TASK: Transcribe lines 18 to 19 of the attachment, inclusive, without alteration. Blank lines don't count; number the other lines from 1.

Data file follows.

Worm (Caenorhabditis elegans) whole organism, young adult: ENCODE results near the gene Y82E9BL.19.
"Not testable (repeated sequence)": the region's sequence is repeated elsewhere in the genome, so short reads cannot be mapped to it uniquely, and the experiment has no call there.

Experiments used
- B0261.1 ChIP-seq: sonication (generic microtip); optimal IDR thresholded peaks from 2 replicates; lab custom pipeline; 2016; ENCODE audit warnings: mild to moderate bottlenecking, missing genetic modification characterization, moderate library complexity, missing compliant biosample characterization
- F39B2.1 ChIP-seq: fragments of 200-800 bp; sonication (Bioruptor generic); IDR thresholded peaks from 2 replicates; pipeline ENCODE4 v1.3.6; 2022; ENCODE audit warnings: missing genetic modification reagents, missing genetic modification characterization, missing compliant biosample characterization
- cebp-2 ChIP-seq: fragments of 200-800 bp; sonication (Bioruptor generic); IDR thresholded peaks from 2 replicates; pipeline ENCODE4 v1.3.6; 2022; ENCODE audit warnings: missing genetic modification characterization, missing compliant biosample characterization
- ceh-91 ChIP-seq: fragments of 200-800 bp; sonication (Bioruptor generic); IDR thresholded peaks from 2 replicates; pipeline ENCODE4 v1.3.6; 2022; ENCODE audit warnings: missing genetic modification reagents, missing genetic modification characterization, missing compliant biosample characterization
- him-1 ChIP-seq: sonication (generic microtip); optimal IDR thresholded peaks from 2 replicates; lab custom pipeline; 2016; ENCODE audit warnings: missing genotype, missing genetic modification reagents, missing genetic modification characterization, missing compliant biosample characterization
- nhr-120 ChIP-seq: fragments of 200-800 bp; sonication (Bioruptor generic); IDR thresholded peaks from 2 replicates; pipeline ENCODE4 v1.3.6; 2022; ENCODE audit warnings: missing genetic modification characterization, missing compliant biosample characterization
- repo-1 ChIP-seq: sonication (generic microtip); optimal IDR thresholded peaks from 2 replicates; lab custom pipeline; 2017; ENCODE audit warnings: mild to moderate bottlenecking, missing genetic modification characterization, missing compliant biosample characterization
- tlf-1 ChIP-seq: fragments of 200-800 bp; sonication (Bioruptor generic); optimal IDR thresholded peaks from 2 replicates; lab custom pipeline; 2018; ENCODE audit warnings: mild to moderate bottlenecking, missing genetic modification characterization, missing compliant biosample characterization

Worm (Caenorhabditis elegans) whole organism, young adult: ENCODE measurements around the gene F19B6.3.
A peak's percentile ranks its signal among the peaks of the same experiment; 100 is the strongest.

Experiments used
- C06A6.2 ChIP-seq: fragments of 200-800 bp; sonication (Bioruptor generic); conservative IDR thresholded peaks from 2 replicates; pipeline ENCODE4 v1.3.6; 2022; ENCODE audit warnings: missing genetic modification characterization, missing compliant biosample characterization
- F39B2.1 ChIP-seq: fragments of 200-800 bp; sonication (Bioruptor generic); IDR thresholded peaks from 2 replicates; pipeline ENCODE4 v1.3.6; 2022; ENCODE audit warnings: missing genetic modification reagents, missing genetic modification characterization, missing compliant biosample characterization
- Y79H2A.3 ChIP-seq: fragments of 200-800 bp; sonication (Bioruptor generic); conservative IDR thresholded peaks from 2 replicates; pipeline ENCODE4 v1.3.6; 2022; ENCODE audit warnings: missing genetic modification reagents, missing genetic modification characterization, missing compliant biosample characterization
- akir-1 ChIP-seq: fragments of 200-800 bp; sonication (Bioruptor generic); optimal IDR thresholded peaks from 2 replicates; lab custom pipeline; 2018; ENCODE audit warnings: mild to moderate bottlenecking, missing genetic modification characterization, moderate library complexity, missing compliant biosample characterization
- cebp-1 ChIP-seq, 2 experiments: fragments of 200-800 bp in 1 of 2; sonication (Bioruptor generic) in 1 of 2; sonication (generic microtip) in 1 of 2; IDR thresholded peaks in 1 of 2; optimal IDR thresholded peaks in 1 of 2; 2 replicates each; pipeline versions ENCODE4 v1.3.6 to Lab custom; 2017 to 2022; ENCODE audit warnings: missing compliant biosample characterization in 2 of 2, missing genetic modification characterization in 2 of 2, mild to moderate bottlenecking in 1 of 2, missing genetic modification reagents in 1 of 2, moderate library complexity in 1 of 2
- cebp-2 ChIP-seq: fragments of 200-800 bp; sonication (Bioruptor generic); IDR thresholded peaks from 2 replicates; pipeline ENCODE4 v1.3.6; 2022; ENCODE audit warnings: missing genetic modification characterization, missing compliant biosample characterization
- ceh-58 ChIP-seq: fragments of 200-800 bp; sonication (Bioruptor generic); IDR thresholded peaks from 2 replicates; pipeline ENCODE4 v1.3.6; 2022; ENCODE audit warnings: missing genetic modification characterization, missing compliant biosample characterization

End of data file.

- akir-1 ChIP-seq: fragments of 200-800 bp; sonication (Bioruptor generic); optimal IDR thresholded peaks from 2 replicates; lab custom pipeline; 2018; ENCODE audit warnings: mild to moderate bottlenecking, missing genetic modification characterization, moderate library complexity, missing compliant biosample characterization
- cebp-1 ChIP-seq, 2 experiments: fragments of 200-800 bp in 1 of 2; sonication (Bioruptor generic) in 1 of 2; sonication (generic microtip) in 1 of 2; IDR thresholded peaks in 1 of 2; optimal IDR thresholded peaks in 1 of 2; 2 replicates each; pipeline versions ENCODE4 v1.3.6 to Lab custom; 2017 to 2022; ENCODE audit warnings: missing compliant biosample characterization in 2 of 2, missing genetic modification characterization in 2 of 2, mild to moderate bottlenecking in 1 of 2, missing genetic modification reagents in 1 of 2, moderate library complexity in 1 of 2